Can Diagnostics Improve Metaphylaxis?

In any load of high-risk calves, susceptibility to BRD can vary widely, creating potential for more targeted treatments upon arrival. ( Farm Journal )

When loads of stressed, high-risk calves arrive at the feedlot, it often makes economic sense to treat them all with antibiotics to prevent an almost-inevitable outbreak of bovine respiratory disease (BRD). It might also make sense from a biological standpoint.

But as pressures mount for livestock producers to reduce their use of antibiotics, using diagnostic tools to implement more limited and targeted arrival treatments potentially could reduce costs and improve outcomes. Maybe.

During the recent AABP Conference, several presentations outlined various aspects of metaphylaxis in cattle feedyards. In a previous article, we summarized a discussion of the epidemiological justification for metaphylaxis from Brian Vander Ley, DVM, PhD, an epidemiologist at the Great Plains Veterinary Education Center. In a follow-up presentation, Vander Ley discusses some of the potential benefits and challenges in incorporating diagnostics into on-arrival treatment decisions.

In theory, chute-side diagnostic tools such as blood tests or electronic auscultation can predict individual BRD risk, guide treatment decisions and possibly classify pathogens and even their sensitivity to specific antibiotics. On the downside, Vander Ley says diagnostics could slow processing speeds, add new costs and complexity and not necessarily improve clinical outcomes.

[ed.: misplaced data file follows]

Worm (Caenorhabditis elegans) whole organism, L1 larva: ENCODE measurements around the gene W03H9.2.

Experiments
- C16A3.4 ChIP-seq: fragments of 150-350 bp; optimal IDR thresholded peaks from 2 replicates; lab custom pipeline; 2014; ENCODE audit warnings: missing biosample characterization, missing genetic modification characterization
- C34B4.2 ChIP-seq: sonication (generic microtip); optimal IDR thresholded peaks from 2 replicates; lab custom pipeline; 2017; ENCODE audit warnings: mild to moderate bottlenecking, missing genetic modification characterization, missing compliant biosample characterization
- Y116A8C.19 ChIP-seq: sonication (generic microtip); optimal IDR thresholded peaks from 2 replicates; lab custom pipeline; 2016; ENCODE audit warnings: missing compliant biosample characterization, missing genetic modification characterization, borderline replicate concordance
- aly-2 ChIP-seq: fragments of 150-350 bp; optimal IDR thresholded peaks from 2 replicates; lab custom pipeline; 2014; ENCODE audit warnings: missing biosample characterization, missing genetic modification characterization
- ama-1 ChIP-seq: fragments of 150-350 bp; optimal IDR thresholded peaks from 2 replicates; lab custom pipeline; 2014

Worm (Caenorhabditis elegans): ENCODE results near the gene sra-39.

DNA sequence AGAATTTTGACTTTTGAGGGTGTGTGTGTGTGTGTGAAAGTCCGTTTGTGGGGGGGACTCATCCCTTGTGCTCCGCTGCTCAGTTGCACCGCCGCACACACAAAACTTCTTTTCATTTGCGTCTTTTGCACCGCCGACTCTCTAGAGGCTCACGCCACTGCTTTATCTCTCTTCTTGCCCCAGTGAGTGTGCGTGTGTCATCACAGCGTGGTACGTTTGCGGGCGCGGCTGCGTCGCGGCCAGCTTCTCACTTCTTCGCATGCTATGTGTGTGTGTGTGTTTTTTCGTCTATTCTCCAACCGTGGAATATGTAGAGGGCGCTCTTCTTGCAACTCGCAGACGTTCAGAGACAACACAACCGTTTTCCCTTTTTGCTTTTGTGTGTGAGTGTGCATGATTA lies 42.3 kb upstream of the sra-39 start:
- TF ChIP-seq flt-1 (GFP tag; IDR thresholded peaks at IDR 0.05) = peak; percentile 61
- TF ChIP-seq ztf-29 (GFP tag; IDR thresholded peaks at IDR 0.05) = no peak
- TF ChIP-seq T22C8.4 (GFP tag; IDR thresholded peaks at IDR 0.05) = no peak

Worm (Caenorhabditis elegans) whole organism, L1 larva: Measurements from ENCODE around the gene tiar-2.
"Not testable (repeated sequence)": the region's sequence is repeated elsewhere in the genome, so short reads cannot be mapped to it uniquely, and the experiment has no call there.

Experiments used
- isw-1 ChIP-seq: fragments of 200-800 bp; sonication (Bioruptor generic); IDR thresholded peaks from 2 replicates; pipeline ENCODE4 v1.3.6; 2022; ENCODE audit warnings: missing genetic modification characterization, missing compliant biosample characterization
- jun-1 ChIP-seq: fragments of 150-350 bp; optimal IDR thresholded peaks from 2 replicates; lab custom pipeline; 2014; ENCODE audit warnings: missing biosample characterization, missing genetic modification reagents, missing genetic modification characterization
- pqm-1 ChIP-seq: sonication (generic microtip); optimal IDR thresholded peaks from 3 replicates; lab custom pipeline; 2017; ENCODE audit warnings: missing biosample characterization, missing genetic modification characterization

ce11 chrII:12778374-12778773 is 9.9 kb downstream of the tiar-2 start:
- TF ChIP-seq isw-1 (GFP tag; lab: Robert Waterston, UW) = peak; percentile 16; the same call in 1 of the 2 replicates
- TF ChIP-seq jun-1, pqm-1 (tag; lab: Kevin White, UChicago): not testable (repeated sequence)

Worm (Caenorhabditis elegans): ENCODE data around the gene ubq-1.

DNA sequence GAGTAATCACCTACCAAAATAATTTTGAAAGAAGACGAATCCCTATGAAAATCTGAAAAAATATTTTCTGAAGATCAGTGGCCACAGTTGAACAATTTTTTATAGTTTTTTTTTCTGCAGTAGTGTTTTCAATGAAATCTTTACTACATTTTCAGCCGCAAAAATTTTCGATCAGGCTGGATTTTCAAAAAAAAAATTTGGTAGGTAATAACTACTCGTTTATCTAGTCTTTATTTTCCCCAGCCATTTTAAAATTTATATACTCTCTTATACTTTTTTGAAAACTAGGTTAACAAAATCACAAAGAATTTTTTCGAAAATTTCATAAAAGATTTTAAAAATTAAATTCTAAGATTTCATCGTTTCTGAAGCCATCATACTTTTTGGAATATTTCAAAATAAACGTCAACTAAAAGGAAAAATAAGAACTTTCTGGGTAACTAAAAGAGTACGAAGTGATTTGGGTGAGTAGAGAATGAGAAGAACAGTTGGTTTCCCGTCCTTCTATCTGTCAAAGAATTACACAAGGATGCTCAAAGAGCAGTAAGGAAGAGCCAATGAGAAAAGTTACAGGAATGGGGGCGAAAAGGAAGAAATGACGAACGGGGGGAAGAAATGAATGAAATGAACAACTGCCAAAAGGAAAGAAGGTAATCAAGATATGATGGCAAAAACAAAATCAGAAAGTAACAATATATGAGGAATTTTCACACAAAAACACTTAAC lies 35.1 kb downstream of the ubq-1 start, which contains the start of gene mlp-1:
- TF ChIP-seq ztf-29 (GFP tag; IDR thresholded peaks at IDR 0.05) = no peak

A targeted metaphylaxis program ideally would treat stressed, immune-challenged calves that are most susceptible to or infected with BRD pathogens, while not treating those already recovered from BRD, under little stressed and/or with robust immunity and little stress. In reality though, evaluating all the risk factors on individual animals presents a significant challenge.

Vander Ley notes that leaving any infected calves untreated can favor reproduction and shedding of BRD pathogens and lead to outbreaks. On the other hand, treating non-infected calves could extend the risk period by leaving those animals susceptible and exposed to pathogens after the post-metaphylactic interval (PMI).

Diagnostic tools have good potential for improving receiving programs, metaphylaxis and antibiotic stewardship, but Vander Ley stresses that in the meantime, the industry can best address BRD risk with calf management and procurement practices designed to maximize immunity, rather than fixing earlier management deficiencies with treatments on arrival.

For more on aspects of metaphylaxis decisions, see these articles from BovineVet Online:

How Metaphylaxis Controls Disease

The Evolution of Metaphylaxis

Mass Treatment, Big Impact

Whisper Makes Noise

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